Fixed-dried blood platelets for use in diagnostic assays are disclosed in U.S. Pat. No. 4,287,087 to Brinkhous et al. While such fixed-dried platelet preparations can be stored for prolonged periods of time for diagnostic purposes, they have not heretofore been provided in a form for human pharmaceutical use. Accordingly, there is a continuing need for new means of preparing blood platelet preparations having prolonged shelf lives which are suitable for administration to human patients.

SUMMARY OF THE INVENTION

A first aspect of the present invention is fixed-dried human blood platelets which, upon reconstitution: (a) adhere to thrombogenic surfaces; (b) do not adhere to non-thrombogenic surfaces; (c) undergo shape change (spreading) upon adhering to a thrombogenic surface; (d) adhere to one another to form a hemostatic plug upon adhering to a thrombogenic surface; and (e) release their granular contents, such as after stimulation and/or spreading (e.g., after receiving a physiological stimulation which would ordinarily cause a metabolically active, live or fresh platelet to release its granular contents, such as contacting wounded tissue).

A second aspect of the present invention is a pharmaceutical formulation comprised of a fixed-dried blood platelets preparation. The fixed-dried blood platelet preparation comprises fixed-dried human blood platelets having the characteristics set forth above.

A third aspect of the present invention is a method of fixing blood platelets to produce fixed-dried blood platelets having the characteristics set forth above, and the platelets so produced. The method comprises contacting the platelets to a fixative such as formaldehyde, paraformaldehyde, glutaraldehyde, or permanganate (e.g., by mixing the platelets with a solution thereof) for a time sufficient to fix or stabilize the platelets but insufficient to cause loss of the characteristics enumerated above. The platelets are then dried to yield fixed-dried blood platelets having the characteristics set forth above.

BRIEF DESCRIPTION OF THE DRAWINGS

FIG. 1 shows thrombin generation by platelets of the present invention as compared to fixed-dried platelets of the prior art and unactivated control platelets.

DETAILED DESCRIPTION OF THE INVENTION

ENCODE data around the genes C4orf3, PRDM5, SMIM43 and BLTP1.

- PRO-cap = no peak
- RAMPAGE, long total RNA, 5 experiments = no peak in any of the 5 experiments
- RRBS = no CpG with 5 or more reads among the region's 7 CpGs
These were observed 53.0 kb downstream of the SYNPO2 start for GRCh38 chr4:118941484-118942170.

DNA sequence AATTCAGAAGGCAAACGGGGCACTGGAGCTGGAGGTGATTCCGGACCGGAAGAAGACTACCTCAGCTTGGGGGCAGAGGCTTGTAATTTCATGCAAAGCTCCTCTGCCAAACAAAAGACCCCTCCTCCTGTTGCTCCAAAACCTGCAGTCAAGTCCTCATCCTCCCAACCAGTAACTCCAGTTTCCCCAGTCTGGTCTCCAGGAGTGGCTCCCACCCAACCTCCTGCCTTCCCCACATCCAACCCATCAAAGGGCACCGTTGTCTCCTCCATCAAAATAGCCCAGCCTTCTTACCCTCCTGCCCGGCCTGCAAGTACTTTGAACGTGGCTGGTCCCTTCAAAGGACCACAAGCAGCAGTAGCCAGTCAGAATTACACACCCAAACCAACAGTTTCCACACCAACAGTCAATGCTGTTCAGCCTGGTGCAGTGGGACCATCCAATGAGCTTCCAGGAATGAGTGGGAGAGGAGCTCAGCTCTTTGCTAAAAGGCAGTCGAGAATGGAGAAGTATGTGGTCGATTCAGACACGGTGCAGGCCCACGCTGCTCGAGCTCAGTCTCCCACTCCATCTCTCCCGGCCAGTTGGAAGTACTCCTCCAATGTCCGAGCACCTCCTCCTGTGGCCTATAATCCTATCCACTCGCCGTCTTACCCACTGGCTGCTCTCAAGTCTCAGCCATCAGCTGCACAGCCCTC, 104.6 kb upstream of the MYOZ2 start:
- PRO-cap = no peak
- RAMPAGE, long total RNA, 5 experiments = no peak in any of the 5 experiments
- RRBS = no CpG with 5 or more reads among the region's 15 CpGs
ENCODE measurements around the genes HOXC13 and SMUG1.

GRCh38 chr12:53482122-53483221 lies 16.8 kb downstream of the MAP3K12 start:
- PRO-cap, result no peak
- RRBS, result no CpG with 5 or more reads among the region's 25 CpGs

Fixed-dried blood platelets of the present invention may be fixed with a compound selected from the group consisting of formaldehyde, paraformaldehyde and glutaraldehyde. Fixation with such agents requires careful modification of the procedure set forth in U.S. Pat. No. 4,287,087 to avoid loss of viability of the platelets. In general, washed platelets are fixed by incubating them, typically at room temperature, for up to 60 minutes in a solution of up to 1.8% paraformaldehyde. As discussed in greater detail below, care must also be taken to sufficiently fix the platelets or undue lysis will occur during drying thereof.

An alternative technique is to fix platelets by incubating the platelets in a permanganate solution (e.g., sodium permanganate, potassium permanganate). In general, washed platelets may be prepared by this technique by incubating them for from 5 to 20 minutes in from 0.001 to 1 g/dL of KMnO4 or NaMnO4 solution, more preferably by incubating them for from 5 to 15 minutes in from 0.005 to 0.5 g/dL of KMno4 or NaMnO4 solution, and most preferably by incubating them for 8 to 12 minutes in from 0.005 to 0.05 g/dL of KMnO4 or NaMnO4 solution.

Blood platelet preparations for use in preparing pharmaceutical formulations should be essentially free of extraneous matter, particularly lysed blood platelets which would present free thrombogenic agents to a patient administered the preparation. Hence, care must be taken to sufficiently fix the platelets (without destroying the viability thereof, as indicated by the characteristics set forth above) prior to drying, as undue lysis will otherwise occur during the drying step. For example, platelet preparations suitable for use in preparing human pharmaceutical formulations preferably show, on reconstitution of 109 platelets in one milliliter of solution, less than 10×106 microparticles (the fragmentary remains of lysed platelets) per milliliter, and preferably show less than 150 International Units (IU) per liter of lactate dehydrogenase in the supernatant after resuspension and pelleting (where 2200 IU per liter represents total lysis of 109 cells in 1 milliliter).

Drying of platelets after fixation may be carried out by any suitable means, but is preferably carried out by lyophilization. Care must be taken to stabilize the platelet preparation prior to drying as an unacceptable level of platelet lysis may otherwise occur. Stabilization may be carried out by suspending the platelets in a solution containing a suitable water replacing molecule (or "stabilizer"), such as albumin or trehalose, and then drying the solution. In one embodiment, from 0.1 to 20 percent by weight albumin is employed, more preferably from 1 to 10 percent by weight albumin is employed, and most preferably from 5 to 10 percent by weight albumin is employed. For administration to a subject, the albumin in the preparation should be of the same species as the subject (e.g., human albumin). In the alternative, the preparation may be dried with albumin of a different species, the albumin separated from the platelets on reconstitution, and albumin of the same species added back to the reconstituted preparation for administration to the subject, but care should be taken to remove all non-species specific albumin as it may be antigenic in the subject being treated.